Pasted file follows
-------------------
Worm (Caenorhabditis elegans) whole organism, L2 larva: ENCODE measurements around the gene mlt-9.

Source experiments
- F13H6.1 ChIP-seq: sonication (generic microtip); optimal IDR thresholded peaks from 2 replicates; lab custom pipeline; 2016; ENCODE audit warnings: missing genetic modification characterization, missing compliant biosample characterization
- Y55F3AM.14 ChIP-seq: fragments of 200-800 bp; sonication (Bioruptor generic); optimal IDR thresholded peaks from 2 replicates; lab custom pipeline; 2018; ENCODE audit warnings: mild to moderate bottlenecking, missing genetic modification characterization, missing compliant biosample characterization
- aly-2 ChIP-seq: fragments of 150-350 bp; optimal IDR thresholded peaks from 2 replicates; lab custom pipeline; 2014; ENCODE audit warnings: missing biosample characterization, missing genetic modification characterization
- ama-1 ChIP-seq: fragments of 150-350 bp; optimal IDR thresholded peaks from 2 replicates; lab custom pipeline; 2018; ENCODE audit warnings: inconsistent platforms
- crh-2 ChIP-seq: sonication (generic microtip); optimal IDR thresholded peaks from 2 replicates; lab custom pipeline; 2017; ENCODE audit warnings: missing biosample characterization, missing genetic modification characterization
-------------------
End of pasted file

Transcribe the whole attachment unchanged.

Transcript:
Worm (Caenorhabditis elegans) whole organism, L2 larva: ENCODE measurements around the gene mlt-9.

Source experiments
- F13H6.1 ChIP-seq: sonication (generic microtip); optimal IDR thresholded peaks from 2 replicates; lab custom pipeline; 2016; ENCODE audit warnings: missing genetic modification characterization, missing compliant biosample characterization
- Y55F3AM.14 ChIP-seq: fragments of 200-800 bp; sonication (Bioruptor generic); optimal IDR thresholded peaks from 2 replicates; lab custom pipeline; 2018; ENCODE audit warnings: mild to moderate bottlenecking, missing genetic modification characterization, missing compliant biosample characterization
- aly-2 ChIP-seq: fragments of 150-350 bp; optimal IDR thresholded peaks from 2 replicates; lab custom pipeline; 2014; ENCODE audit warnings: missing biosample characterization, missing genetic modification characterization
- ama-1 ChIP-seq: fragments of 150-350 bp; optimal IDR thresholded peaks from 2 replicates; lab custom pipeline; 2018; ENCODE audit warnings: inconsistent platforms
- crh-2 ChIP-seq: sonication (generic microtip); optimal IDR thresholded peaks from 2 replicates; lab custom pipeline; 2017; ENCODE audit warnings: missing biosample characterization, missing genetic modification characterization